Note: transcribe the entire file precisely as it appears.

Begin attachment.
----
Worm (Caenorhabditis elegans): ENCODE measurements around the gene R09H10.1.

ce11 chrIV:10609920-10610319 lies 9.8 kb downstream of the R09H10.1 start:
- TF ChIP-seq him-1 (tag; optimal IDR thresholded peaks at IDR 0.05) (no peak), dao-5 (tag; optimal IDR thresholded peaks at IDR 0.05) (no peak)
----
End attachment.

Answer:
Worm (Caenorhabditis elegans): ENCODE measurements around the gene R09H10.1.

ce11 chrIV:10609920-10610319 lies 9.8 kb downstream of the R09H10.1 start:
- TF ChIP-seq him-1 (tag; optimal IDR thresholded peaks at IDR 0.05) (no peak), dao-5 (tag; optimal IDR thresholded peaks at IDR 0.05) (no peak)